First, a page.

'I want you to tell me what you did, damn it!' Michael shouted, grabbing a scrawny arm.

Ramon glared fiercely and remained silent until he released his grip. Then he softly spoke.

'I have a gift, Mr Townsend. A crazy, pointless gift. If it had been second sight or somethin' I might have made some money from it, but no. When I come into contact with strangers I can see what makes them happy or sad. Sometimes I can sense what they fear or who they love. It depends on who I touch. Sometimes I don't feel nothin' at all. But I felt it with you. An' I made you see how life can be when you don't have the one thing you value most. In your case, it's your popularity. I took away your charm. You're no longer a likeable guy. I just didn't think it would screw you up as bad as this. I guess you must love yourself a whole lot more than you love anyone else.'

Michael ran a hand across his face, suddenly tired. 'Why did you pick on me for this particular - experiment?'

'Because I can, and because you deserved it. Now, what you gonna do about that? Go cryin' to the police, tell them nobody likes you?'

Fury was rising within Michael, bubbling to the surface in a malignant mist. 'What - do you want - from me?'

'I don' want nothing from you, Mr Townsend. You got nothin' I want.'

'You sabotaged my job.'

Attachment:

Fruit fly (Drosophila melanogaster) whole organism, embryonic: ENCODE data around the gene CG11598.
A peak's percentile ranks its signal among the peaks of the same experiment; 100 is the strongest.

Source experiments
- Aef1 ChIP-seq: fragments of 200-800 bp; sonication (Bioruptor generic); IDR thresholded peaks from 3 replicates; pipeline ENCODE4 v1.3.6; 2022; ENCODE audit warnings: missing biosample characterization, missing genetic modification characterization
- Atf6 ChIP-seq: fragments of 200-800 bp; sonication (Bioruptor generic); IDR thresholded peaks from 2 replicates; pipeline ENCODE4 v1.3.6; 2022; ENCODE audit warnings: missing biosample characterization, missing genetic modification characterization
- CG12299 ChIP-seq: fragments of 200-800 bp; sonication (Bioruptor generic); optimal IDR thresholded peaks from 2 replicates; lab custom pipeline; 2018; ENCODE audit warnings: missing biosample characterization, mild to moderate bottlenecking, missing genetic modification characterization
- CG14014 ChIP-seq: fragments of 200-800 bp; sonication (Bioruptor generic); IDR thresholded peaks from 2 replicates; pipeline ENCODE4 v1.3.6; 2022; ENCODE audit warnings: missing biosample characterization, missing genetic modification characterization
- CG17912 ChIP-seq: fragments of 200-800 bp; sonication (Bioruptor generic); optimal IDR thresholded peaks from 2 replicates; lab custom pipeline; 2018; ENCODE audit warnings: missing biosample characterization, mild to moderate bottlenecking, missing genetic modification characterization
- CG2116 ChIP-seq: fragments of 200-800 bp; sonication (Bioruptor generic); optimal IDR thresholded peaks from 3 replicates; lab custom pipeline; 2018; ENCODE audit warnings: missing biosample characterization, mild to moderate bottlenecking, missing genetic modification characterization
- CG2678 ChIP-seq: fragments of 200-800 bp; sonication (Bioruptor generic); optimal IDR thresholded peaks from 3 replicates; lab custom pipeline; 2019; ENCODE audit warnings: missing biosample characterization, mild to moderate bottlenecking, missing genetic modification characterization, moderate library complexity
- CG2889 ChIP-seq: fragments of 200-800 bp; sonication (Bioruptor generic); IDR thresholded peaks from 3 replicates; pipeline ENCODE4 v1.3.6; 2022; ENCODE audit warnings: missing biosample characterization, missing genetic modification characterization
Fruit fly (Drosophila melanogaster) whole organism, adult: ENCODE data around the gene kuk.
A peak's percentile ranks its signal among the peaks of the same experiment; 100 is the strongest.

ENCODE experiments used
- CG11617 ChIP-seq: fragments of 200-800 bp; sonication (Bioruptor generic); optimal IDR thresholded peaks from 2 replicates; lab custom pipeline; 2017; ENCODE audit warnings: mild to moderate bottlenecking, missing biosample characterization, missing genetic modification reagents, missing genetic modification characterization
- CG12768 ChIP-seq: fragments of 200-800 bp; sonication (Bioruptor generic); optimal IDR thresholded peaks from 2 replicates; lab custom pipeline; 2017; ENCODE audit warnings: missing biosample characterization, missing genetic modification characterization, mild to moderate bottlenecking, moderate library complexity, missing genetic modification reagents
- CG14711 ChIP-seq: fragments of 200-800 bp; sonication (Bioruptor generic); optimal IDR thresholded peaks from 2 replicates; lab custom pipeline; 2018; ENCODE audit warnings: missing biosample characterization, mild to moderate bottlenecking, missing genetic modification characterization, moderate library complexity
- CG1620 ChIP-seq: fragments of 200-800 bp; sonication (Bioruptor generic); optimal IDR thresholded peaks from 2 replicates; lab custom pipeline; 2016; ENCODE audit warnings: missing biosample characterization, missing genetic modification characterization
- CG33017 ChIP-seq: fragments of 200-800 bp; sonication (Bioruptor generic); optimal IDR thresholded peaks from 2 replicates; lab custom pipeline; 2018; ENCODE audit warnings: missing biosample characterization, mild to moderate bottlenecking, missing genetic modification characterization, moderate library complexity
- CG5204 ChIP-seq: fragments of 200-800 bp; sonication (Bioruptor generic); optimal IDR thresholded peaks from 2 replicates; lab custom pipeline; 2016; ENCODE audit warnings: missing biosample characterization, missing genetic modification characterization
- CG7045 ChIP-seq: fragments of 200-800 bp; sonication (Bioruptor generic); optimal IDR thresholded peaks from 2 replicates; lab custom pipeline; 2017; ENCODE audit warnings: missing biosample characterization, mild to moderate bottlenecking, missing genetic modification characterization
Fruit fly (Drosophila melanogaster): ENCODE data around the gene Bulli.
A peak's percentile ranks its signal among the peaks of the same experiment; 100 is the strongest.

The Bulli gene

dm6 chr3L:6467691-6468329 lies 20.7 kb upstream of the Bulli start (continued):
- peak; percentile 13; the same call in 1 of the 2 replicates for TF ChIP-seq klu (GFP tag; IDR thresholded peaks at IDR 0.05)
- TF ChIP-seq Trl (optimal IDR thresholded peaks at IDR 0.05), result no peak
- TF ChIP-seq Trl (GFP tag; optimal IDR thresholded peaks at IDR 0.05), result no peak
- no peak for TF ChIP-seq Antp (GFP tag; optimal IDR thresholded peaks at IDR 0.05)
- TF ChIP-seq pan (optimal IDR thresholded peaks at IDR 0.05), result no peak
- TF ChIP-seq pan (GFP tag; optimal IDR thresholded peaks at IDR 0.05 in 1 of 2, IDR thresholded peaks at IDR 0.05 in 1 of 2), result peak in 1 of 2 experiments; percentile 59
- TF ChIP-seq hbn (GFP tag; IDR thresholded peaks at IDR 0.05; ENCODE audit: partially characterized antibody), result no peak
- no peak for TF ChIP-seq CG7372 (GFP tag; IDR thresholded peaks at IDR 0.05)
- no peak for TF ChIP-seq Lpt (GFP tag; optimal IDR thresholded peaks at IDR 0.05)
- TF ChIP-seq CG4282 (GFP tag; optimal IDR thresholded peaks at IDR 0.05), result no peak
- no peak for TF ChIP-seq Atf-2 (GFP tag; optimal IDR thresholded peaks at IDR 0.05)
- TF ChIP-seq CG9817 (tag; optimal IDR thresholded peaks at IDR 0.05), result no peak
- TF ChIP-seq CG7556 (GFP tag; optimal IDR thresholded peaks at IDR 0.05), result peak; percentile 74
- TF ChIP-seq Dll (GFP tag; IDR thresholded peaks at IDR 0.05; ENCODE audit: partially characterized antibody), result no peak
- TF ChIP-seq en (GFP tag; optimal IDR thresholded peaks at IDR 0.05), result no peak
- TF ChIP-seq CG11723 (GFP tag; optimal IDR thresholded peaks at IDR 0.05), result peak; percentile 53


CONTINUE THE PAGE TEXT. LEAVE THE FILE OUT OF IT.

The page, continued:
Ramon shook his head. 'No sir, I did not. Anythin' that's happening to you is happening 'cause people just don't like you no more.'

'Then you can make it end.'

The healer considered this for a moment, scratching at his chin with a thumbnail. 'I guess I could, but I don't want to. See, it's better for you to relearn yourself from scratch. Won't be easy the way you are now, but just makin' the effort would turn you into a better person.'

Michael knew that if he moved to close he would lash out at Ramon. His temper was slow to rise but formidable to witness. Now he clenched his fists and advanced on the little Mexican. 'You get this fucking thing off me straight away, you filthy little spic, or I will beat you unconscious and burn this shit hole down with you in it, do you understand?'

'Now you're showing your true colours, Mr Townsend.' Ramon took a step back, wary but not nervous. 'A soul like yours takes an awful lot of fixin'. Tell me what it is you want.'

'I want you to make everyone love me again,' he said, suddenly embarrassed by the realisation of his needs.

'That I can do.'

'How soon?'

'In a few seconds, with just a touch. But you won't like it. Consider the other way, I beg you. Relearn. Begin again with the personality you have now. It will be more difficult, but the rewards will be much greater.'

'I can't do that. I need this to happen tonight.'

'Then it will have to be the hard way. Come closer to me.'

Michael walked into Ramon's outstretched arms. Before he had time to realise what was happening, he felt the thin-bladed knife that Ramon had pulled from his pocket bite between the ribs traversing his heart. The fiery razor edge sliced through the beating muscle, piercing a ventricle and ending his life in a single crimson moment.

 

So many people turned up at St Peter's Church that they ran out of parking spaces and had to leave their cars on the grass verges lining the road. The funeral service boasted eulogies from the senior partners of Aberfitch McKiernny, from friends and relatives, from his colleagues and from his adoring wife. Everyone who went to the burial of Michael Everett Townsend volubly agreed; the man being laid to rest here was truly loved by everyone.

 

 

(C) Christopher Fowler 2005